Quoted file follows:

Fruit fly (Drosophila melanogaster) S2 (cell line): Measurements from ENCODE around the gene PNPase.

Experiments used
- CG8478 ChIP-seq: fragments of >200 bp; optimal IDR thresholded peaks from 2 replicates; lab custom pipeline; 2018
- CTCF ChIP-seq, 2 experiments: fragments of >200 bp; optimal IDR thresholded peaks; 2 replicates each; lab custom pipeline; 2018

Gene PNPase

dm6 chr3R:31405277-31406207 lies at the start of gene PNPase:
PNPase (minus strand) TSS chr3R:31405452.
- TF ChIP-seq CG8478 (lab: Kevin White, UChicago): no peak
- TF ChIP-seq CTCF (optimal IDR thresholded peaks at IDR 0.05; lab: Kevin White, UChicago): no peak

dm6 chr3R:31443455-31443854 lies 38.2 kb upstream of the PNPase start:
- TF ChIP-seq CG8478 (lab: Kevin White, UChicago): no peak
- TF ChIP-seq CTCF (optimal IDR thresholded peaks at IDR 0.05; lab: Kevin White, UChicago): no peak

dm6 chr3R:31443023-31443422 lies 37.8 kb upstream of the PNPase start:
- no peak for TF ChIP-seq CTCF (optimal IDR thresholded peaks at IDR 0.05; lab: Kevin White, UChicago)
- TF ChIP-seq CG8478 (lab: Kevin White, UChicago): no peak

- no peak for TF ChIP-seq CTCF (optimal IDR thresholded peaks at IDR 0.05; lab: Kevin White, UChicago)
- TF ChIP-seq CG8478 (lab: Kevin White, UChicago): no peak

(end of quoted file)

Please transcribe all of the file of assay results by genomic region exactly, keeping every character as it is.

Fruit fly (Drosophila melanogaster) S2 (cell line): Measurements from ENCODE around the gene PNPase.

Experiments used
- CG8478 ChIP-seq: fragments of >200 bp; optimal IDR thresholded peaks from 2 replicates; lab custom pipeline; 2018
- CTCF ChIP-seq, 2 experiments: fragments of >200 bp; optimal IDR thresholded peaks; 2 replicates each; lab custom pipeline; 2018

Gene PNPase

dm6 chr3R:31405277-31406207 lies at the start of gene PNPase:
PNPase (minus strand) TSS chr3R:31405452.
- TF ChIP-seq CG8478 (lab: Kevin White, UChicago): no peak
- TF ChIP-seq CTCF (optimal IDR thresholded peaks at IDR 0.05; lab: Kevin White, UChicago): no peak

dm6 chr3R:31443455-31443854 lies 38.2 kb upstream of the PNPase start:
- TF ChIP-seq CG8478 (lab: Kevin White, UChicago): no peak
- TF ChIP-seq CTCF (optimal IDR thresholded peaks at IDR 0.05; lab: Kevin White, UChicago): no peak

dm6 chr3R:31443023-31443422 lies 37.8 kb upstream of the PNPase start:
- no peak for TF ChIP-seq CTCF (optimal IDR thresholded peaks at IDR 0.05; lab: Kevin White, UChicago)
- TF ChIP-seq CG8478 (lab: Kevin White, UChicago): no peak

- no peak for TF ChIP-seq CTCF (optimal IDR thresholded peaks at IDR 0.05; lab: Kevin White, UChicago)
- TF ChIP-seq CG8478 (lab: Kevin White, UChicago): no peak